If there is judgement and creativity used in the selection of the list, that selection is protectable by copyright under US law, and under the laws of many other countries. The standards vary, but in most cases the degree of creativity required is low.
In the US the "time and effort" put into the list is not relevant, it is the degree of originality and creativity that matters. This is not true in all countries.
If the list includes comments on individual list items written by the list creator, those comments would normally be protected by copyright, even when the list as a whole is not.
If the list is ordered in some creative way, the ordering would also be protected, such as dividing the list into categories. an "obvious" ordering such as alphabetical is not subject to copyright protection.
However, that these various web sites exist at particular addresses is a fact (or a set of facts) and facts are never protected by copyright. If someone produces a different list, that includes many but not all of the same sites, and some other sites, it is probably not infringement even if your list was used as one source for the newer list.
If your list makes a serious attempt to include every nature website, and no selection is done, there is actually less creativity in the selection than if some judgement is used on what to include and what to omit. In that case, another list that also includes every nature website may not be considered an infringement.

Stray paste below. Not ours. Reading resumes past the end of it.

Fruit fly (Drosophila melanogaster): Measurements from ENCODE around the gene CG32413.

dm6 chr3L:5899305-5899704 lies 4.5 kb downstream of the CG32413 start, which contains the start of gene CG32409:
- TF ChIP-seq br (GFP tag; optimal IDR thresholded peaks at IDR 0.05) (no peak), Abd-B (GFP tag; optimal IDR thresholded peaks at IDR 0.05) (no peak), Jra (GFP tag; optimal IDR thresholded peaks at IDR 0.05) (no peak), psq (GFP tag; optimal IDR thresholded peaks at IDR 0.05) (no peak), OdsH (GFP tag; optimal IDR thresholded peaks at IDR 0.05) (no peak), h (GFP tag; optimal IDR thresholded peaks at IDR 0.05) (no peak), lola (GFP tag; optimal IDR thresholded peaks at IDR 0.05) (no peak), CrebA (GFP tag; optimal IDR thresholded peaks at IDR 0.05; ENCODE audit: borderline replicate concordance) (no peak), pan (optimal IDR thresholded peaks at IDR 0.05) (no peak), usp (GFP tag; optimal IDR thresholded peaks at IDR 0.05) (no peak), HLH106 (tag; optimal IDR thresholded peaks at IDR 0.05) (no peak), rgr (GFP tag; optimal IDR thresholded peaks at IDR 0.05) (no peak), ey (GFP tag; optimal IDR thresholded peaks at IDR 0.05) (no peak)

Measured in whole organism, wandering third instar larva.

See Feist Publications, Inc., v. Rural Telephone Service Co., 499 U.S. 340 (1991) in which one company copied a telephone book published by another company. Because there was no selection (everyone in the designated area was included) and the order was obvious (alphabetical), the US Supreme Court rules that there was no originality, and there fore no copyright protection in the book, and copying it was not copyright infringement. Feist is now a key case on copyright law in the US, and is followed in some other countries.